8. Cache Fusion Introduction I mentioned above Cache Fusion in my GRD section. The parameter _gc_defer_time can be used to define the duration by which an instance deferred downgrading a lock. Disk pings have been reduce in the later versions of RAC. When an instance receives a BAST it downgrades the lock ASAP. RAC appears to have one large buffer but this is not the case. I will also provide a number of walk through examples on my RAC system. Ping The transfer of a data block from instances buffer cache to another instances buffer cache is know as a ping. yes memory and networking together are faster than disk I/O. this process is known as blocking asynchronous trap (BAST). this operation is known as disk ping or hard ping. RAC copies data blocks across the interconnect to other instances as it is more efficient than reading the disk. As mentioned already when an instance requires a data block it sends the request to the lock master to obtain a lock in the desired mode. . in reality the buffer caches of each node remain separate. In the newer versions of RAC when a BAST is received sending the block or downgrading the lock may be deferred by tens of milliseconds. Checking the status of a transaction is an expensive operation that may require access (and pinging) to the related undo segment header and undo data blocks as well. thus relaying on block transfers more. here I go into great detail on how it works. data blocks are shared through distributed locking and messagingoperations. however there will always be a small amount of disk pinging. Cache Fusion uses the most efficient communications as possible to limit the amount of traffic used on the interconnect. this will eliminate any need for the receiving instance to check the status of the transaction immediately after receiving/reading a block. this extra time allows the holding instance to complete an active transaction and mark the block header appropriately. now you don't need this level of detail to administer a RAC environment but it sure helps to understand how RAC works when trying to diagnose problems. however it might have to write the corresponding block to disk.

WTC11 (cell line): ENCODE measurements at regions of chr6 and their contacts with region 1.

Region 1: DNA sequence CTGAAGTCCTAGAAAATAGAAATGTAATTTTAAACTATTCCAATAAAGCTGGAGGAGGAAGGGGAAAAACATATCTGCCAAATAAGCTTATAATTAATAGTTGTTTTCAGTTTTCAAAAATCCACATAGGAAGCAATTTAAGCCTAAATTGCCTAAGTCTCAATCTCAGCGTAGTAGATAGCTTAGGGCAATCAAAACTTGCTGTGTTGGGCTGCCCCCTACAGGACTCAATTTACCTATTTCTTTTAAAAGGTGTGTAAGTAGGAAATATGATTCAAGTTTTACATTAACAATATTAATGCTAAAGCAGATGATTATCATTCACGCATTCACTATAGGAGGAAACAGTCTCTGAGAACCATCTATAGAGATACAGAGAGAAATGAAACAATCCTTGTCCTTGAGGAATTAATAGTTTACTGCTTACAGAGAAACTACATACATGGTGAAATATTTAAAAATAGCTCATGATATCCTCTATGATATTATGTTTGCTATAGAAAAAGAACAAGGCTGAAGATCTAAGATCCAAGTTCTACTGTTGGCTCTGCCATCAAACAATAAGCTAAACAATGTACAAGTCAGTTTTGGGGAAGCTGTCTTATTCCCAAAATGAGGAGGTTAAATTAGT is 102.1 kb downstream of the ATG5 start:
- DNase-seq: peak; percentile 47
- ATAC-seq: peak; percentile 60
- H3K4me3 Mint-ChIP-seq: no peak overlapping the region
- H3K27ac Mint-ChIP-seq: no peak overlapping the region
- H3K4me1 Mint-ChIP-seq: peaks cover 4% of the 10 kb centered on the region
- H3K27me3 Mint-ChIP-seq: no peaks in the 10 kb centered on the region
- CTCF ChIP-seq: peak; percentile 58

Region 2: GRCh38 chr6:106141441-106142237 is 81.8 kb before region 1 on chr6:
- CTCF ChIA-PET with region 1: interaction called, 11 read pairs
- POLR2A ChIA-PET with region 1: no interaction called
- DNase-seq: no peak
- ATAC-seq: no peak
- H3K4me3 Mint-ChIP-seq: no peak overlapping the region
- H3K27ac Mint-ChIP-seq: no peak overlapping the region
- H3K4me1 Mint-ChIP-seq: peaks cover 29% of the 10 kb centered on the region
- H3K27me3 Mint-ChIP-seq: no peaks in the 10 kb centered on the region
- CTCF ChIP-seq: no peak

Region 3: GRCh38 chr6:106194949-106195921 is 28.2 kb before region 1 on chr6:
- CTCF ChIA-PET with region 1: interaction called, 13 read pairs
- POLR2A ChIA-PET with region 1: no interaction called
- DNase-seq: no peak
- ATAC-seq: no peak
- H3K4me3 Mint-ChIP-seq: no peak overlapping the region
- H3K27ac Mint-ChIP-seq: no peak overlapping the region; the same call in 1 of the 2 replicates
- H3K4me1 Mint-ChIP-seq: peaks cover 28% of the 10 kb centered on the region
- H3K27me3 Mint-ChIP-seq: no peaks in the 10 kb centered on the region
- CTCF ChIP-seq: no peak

marking as a PI. You can view the past image blocks present in the fixed table X$BH select state. basically they are copies of data blocks in the local buffer cache of an instance. PIs Note: the state column with 8 is the past images.the original data contained in the block is preserved in the undo segment. the process has to revisit the block and clean out the block (delay block cleanout) and generate the redo for the changes. In a single instance the following happens when reading a block • • • • When a reader reads a recently modified block. Cache Fusion I Cache Fusion I is also know as consistent read server and was introduced in Oracle 8. it preserves a copy of that block. GCS informs the instance holding the PIs to discard the PIs.1. it keeps a list of recent transactions that have changed a block. it might find an active transaction in the block The reader will need to read the undo segment header to decide whether the transaction has been committed or not If the transaction is not committed. The PI is kept until that block is written to disk by the current owner of the block.Past Image Blocks (PI) In the GRD section I mentioned Past Images (PIs). When an instance sends a block it has recently modified to another instance. GCS then informs all holders of the global resource that they can release the buffers holding the PI copies of the block. GCS is responsible for finding the most current block image and informing the instance holding that image to perform a block write. indicating the presents of PIs in other instances buffer caches. the process creates a consistent read (CR) version of the block in the buffer cache using the data in the block and the data stored in the undo segment If the undo segment shows the transaction is committed. which can be used to provide consistent read versions of the block. When the block is written to disk and is known to have a global role. allowing the global resource to be released. count(state) from X$BH group by state.5. . When a checkpoint is required it informs GCS of the write requirement.